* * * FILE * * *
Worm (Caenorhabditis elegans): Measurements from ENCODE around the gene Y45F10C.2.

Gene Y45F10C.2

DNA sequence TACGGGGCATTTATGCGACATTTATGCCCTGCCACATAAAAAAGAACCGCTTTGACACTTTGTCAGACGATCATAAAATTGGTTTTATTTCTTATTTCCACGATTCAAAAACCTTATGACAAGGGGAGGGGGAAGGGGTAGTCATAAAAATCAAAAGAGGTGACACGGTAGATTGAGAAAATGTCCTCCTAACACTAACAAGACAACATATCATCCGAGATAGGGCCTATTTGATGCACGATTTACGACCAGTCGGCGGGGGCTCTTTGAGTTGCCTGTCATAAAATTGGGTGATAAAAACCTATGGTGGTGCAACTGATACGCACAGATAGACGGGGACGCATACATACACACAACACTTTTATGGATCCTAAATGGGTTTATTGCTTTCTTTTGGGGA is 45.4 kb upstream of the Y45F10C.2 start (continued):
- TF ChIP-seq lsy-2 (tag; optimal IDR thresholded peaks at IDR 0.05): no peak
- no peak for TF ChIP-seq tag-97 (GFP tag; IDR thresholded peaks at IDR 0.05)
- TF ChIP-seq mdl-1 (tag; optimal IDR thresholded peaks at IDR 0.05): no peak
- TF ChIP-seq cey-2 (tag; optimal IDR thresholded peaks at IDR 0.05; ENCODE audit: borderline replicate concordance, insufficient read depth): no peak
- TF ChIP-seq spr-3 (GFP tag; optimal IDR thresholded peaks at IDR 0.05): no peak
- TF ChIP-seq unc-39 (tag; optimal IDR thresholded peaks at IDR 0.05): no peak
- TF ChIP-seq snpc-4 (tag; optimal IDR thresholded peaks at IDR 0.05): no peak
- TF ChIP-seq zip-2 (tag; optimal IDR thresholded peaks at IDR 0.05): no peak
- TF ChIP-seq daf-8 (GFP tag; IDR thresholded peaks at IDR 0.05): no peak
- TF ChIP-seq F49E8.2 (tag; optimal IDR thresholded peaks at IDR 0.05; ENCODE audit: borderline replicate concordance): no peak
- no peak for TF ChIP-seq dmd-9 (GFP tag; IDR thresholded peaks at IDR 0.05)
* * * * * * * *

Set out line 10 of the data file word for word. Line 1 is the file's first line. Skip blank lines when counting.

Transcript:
- TF ChIP-seq snpc-4 (tag; optimal IDR thresholded peaks at IDR 0.05): no peak